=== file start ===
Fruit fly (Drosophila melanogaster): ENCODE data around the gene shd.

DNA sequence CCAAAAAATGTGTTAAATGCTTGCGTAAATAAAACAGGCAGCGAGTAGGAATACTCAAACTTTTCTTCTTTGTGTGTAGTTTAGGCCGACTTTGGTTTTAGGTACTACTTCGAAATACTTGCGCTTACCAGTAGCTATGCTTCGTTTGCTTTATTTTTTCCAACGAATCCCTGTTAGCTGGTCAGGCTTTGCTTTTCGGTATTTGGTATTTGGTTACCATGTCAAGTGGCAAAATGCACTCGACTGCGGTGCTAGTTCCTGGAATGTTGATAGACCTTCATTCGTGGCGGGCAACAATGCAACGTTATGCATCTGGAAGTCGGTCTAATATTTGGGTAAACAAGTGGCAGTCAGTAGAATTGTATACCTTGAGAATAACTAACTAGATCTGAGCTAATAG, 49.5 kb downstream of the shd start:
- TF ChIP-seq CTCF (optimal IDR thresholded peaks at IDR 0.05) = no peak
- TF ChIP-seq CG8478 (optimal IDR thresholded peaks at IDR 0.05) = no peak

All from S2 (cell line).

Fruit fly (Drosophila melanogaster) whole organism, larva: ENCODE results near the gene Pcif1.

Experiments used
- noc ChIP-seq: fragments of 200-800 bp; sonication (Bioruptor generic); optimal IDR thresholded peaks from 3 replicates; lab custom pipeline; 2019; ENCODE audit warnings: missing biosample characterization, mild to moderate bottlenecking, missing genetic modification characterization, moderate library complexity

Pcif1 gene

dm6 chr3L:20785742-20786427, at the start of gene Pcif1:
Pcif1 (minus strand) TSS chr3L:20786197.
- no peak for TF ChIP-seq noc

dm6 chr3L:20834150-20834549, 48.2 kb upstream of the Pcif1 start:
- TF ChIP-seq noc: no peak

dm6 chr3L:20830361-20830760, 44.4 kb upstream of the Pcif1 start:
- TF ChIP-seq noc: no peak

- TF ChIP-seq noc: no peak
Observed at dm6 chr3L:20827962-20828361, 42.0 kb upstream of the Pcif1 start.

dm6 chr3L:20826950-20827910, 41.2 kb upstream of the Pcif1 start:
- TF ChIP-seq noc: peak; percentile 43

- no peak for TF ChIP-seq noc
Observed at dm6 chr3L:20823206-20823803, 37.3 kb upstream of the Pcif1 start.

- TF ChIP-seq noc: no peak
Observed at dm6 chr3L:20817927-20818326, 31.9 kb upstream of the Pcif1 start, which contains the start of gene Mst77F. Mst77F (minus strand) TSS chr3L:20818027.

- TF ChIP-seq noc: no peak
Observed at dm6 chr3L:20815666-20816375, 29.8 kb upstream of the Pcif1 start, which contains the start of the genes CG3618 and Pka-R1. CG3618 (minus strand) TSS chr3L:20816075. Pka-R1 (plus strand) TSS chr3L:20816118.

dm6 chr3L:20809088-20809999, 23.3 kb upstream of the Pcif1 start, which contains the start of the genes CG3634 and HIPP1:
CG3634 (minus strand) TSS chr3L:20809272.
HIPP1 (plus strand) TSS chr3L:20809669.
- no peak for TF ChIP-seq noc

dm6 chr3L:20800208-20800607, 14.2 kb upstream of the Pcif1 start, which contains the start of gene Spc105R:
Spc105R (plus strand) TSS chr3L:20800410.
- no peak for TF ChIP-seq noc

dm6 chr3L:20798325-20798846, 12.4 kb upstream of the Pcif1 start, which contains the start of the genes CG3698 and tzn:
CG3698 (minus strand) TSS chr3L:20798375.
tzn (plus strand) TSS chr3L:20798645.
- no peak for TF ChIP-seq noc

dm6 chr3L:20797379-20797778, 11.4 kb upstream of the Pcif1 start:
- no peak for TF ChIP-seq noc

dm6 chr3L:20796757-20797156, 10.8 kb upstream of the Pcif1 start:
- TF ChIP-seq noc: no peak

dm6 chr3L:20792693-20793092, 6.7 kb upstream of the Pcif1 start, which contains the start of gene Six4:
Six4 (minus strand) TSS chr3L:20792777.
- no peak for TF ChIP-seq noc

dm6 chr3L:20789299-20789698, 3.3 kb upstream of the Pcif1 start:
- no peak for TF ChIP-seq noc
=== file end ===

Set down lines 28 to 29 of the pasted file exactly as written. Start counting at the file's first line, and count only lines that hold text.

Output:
CG3634 (minus strand) TSS chr3L:20809272.
HIPP1 (plus strand) TSS chr3L:20809669.